For some people, the path to veterinary medicine runs mostly through the library, the lab and occasionally the clinic. But for Dr. Kim Hammond, that path was not so quiet—or straightforward.
It took him three tries to get into veterinary school at a time when there were just 10 such schools in America. To earn the privilege, he tried a lot of different things. He worked on a farm, where he learned that horses kick backward and donkeys kick forward. He spent time as a rodeo cowboy—the only one from Baltimore. He rode broncos. He fell off broncos. He became a licensed farrier, a trained pilot and an early environmental scientist. He ran footraces carrying anvils, for some reason, and had a concussion to prove it.
Today, Dr. Hammond is an evangelist for endangered species, a board member of the Mountain Gorilla Veterinary Project, a purveyor of pet safety tips on the local news in his home of Baltimore, a teacher of veterinary medicine in China and a lecturer on animal rights in Cuba.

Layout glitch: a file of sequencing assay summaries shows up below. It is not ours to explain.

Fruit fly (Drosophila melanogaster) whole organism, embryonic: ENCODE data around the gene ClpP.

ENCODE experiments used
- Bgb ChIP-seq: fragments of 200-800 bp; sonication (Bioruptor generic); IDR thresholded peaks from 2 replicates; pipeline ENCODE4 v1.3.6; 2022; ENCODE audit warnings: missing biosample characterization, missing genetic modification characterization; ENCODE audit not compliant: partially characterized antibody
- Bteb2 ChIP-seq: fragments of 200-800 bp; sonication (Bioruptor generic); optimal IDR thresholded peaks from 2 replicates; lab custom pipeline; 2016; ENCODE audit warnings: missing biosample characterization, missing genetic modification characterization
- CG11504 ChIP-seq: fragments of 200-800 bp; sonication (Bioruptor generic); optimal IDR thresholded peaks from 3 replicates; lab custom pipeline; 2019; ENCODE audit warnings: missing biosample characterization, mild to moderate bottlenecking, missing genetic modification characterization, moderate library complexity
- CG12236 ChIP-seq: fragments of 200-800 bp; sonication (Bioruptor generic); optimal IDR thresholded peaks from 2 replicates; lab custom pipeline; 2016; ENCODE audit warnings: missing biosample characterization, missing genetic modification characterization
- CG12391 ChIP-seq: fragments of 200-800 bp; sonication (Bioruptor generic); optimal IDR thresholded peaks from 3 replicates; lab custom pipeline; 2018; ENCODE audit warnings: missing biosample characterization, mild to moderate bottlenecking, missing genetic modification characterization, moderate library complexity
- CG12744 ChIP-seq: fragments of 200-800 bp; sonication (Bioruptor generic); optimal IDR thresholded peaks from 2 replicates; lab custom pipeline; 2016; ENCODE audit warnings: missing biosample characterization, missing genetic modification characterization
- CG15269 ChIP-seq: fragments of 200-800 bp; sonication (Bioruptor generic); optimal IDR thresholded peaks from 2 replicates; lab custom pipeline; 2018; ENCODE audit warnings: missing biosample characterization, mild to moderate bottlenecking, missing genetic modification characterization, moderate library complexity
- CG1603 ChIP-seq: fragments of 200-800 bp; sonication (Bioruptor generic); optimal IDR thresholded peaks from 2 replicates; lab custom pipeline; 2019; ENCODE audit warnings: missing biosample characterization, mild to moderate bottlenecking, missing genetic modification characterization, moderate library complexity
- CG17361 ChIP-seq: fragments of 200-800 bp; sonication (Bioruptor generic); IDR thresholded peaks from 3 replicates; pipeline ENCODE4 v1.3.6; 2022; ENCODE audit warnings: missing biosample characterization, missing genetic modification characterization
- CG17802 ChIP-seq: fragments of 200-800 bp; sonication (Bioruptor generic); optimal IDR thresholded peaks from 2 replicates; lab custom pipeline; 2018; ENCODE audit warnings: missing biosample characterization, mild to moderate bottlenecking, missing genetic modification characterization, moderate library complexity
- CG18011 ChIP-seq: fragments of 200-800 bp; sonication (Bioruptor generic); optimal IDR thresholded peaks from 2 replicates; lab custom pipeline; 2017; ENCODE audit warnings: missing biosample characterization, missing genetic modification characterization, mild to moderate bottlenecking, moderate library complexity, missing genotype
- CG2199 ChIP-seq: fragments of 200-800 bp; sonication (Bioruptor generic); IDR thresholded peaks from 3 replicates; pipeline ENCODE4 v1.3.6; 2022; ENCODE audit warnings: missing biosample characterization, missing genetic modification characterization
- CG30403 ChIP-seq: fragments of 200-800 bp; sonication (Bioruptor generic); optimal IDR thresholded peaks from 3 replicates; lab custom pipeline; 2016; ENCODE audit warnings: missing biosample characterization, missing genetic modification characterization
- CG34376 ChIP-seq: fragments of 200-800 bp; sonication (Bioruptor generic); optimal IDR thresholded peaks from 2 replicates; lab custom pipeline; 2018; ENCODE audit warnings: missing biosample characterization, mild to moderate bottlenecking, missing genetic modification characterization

He has been called the veterinarian to the stars and counts the pets of well-known actors among his patients. Dr. Hammond has also cared for animal actors appearing in more than 60 films, including All the Pretty Horses, Pirates of the Caribbean, Cats & Dogs and Catwoman.
But his most notable achievement came 31 years ago, after he graduated from the Tuskegee University College of Veterinary Medicine. That is when Dr. Hammond founded Falls Road Animal Hospital in his native Baltimore, one of the first veterinary hospitals of its kind in the nation.
Today, Falls Road ranks in the top 1 percent of veterinary practices in the country, with 100,000 patients treated each year. In 2012, the success of his practice and commitment to animals led one prestigious publication to name him Maryland’s CEO of the Year.